Sloth wrote: It's the assigning of value as to what must be the 'good' life that science can not answer.


It can, but it's an answer you're unwilling to accept. There's no point in argueing about it, to be honest.


Okay, I am game what is the scientific definition of "good"?

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pat
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LIFTICVSMAXIMVS wrote:
Also, I don't think we can really begin to understand "where morality comes from" until we know what it precisely is.


Absolutely correct.

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thunderbolt23
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Oleena wrote:

It's not that animals can feel that's interesting about this article, it's that they have an inherent idea of right and wrong within their own groups:


They do, until they don't. They do until they change their mind. That tells us nothing about "morality" - it simply tells how chimpanzee societies organize themselves for cost-benefits purposes.

At this lower level, primatologists have shown, there is what they consider to be a sizable overlap between the behavior of people and other social primates.


So what? Chimpanzees also engage in infanticide and engage in war to expand territory:

http://news.nationalgeographic...

So, according to the biologists' own (limited) theory, the use of destruction and slaughter to control turf is just as "moral" as sympathy between chimps - it has to be "moral", the chimps decided to do it, right, just as they decided to be empathetic to other chimps? It's just one more function of their biology.

I assume you're fine with this conclusion? That war-for-territory is "moral" behavior?

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Sloth
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Oleena wrote:
thunderbolt23 wrote:
Interesting, but severely limited. As professor notes, it doesn't adequately reconcile our "is/ought" problems, and unfortunately, the scientist confused morality with social cost-benefit. For example, if the chimpanzees suddenly reverse course on one of the behaviors that is currently noted as "moral"...well, which of these very different behaviors is right, and which of the behaviors is wrong? If you ask the scientist, he'll have to say neither, because the biology has driven the so-called "morality" in a different direction based on biological events, so they are both "moral", and the "morality" has adapted.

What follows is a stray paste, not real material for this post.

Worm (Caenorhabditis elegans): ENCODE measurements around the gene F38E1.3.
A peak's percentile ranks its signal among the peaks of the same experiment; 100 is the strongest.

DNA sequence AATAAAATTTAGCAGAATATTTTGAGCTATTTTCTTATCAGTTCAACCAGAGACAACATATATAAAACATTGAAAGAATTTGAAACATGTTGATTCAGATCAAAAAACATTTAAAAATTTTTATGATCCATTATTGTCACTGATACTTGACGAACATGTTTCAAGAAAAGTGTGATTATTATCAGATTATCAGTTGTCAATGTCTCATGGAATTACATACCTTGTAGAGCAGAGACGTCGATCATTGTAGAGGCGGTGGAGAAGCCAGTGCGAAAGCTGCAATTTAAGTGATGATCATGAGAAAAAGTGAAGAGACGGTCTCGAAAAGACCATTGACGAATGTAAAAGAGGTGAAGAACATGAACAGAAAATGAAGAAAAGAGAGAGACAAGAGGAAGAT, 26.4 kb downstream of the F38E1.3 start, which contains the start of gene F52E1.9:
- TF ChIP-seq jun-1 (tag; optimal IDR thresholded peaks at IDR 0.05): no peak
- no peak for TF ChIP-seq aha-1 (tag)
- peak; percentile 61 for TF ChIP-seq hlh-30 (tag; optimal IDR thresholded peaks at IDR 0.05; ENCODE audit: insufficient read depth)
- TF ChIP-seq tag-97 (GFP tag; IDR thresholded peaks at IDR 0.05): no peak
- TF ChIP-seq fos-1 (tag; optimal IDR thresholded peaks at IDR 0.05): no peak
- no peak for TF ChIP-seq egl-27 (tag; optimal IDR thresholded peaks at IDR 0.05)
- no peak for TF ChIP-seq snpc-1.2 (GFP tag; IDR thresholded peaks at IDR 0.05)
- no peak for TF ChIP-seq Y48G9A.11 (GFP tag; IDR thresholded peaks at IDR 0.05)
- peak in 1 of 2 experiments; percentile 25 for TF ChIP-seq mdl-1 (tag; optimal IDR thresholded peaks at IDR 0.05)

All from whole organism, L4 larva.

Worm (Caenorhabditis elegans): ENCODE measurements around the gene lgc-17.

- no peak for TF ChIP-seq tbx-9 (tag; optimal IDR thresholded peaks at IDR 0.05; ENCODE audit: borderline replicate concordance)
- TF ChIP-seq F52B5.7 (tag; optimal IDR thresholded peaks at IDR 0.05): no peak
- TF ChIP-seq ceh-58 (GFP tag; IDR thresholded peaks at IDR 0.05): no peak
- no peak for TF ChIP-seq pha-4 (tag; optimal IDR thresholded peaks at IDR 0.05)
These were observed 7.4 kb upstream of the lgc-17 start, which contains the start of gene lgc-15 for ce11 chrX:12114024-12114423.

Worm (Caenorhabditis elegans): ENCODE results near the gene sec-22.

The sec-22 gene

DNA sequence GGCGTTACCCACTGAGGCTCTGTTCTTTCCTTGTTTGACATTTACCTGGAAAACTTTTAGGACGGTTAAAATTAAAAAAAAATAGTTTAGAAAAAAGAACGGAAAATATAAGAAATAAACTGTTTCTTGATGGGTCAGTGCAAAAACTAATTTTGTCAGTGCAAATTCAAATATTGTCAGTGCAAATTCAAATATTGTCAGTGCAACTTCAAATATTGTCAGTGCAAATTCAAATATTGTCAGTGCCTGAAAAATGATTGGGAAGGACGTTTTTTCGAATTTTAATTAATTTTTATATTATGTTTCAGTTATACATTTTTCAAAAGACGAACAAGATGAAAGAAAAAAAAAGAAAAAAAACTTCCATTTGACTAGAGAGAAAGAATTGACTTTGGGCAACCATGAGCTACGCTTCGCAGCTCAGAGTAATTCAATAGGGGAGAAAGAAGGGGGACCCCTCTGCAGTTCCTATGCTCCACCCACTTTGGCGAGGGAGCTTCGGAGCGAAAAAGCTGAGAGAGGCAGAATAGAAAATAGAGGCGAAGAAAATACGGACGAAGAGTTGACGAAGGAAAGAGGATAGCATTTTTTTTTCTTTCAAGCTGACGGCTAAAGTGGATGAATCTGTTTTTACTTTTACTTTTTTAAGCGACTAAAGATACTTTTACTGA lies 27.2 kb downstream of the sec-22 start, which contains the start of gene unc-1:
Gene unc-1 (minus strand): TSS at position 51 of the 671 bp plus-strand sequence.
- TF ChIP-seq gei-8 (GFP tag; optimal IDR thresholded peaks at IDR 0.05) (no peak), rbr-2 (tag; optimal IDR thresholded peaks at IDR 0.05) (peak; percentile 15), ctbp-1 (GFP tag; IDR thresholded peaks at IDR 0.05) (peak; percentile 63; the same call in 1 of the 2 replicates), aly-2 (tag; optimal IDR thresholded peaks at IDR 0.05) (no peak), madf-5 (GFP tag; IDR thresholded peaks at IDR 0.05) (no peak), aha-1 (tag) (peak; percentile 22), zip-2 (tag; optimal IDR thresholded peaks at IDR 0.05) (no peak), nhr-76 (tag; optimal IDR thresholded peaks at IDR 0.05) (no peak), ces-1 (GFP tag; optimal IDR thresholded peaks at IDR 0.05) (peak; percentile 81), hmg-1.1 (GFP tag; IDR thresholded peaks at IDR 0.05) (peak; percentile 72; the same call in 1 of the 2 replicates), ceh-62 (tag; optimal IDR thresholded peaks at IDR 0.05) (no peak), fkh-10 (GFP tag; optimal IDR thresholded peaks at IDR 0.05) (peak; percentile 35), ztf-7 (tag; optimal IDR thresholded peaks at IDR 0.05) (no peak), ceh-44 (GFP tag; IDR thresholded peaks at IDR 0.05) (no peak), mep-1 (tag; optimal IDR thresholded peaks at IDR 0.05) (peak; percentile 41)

Well, that tells us nothing about the "morality" of the behavior, which is only concerned with whether an action is right or wrong.

This is old news. We see animals engage in all kinds of human behavior. The ability to discern "morality" from animal behavior is limited, at best.



It's not that animals can feel that's interesting about this article, it's that they have an inherent idea of right and wrong within their own groups:

Though human morality may end in notions of rights and justice and fine ethical distinctions, it begins, Dr. de Waal says, in concern for others and the understanding of social rules as to how they should be treated. At this lower level, primatologists have shown, there is what they consider to be a sizable overlap between the behavior of people and other social primates.


To be clear:

"Many philosophers find it hard to think of animals as moral beings, and indeed Dr. de Waal does not contend that even chimpanzees possess morality."

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ephrem
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pat wrote:
ephrem wrote:
I've argued in favor of evolved morality ad nauseum on PWI only to be met with derision and ridicule from our resident conservatives.

It's becoming increasingly difficult for religous dogma to maintain any resemblance of validity in light of scientific progress.

From the article:

Natural selection favors organisms that survive and reproduce, by whatever means. And it has provided people, he writes in "Primates and Philosophers," with "a compass for life's choices that takes the interests of the entire community into account, which is the essence of human morality."

From a rational standpoint, how can this not be evident?



The author is wrong. Empathy, sympathy, or any other range of surface emotions are symptoms of morality, not morality itself.
Morality is rooted around two components, the problem of evil and freewill. Having a biological component built in with in us is a fore gone conclusion. I am surprised it has take several hundred years for science to catch up. This statement in the article above says it all "...brain has a genetically shaped mechanism for acquiring moral rules, a universal moral grammar similar to the neural machinery for learning language."

The word acquiring necessarily posits that morality exists outside the component to understand it. Just because you have a glove, doesn't mean you know baseball.

Philosophers have long understood, with in the scope of the mind-body problem, that for every high level metaphysical component that is understood, there is a biological component that allows us to interact with it.

Monkeys, cats, dogs, guinea pigs, buffalo, etc. have all demonstrated a capacity for empathy and sympathy, they do not demonstrate a freewill or the ability to choose otherwise. The ability to trump this pre-programing is what sets us apart.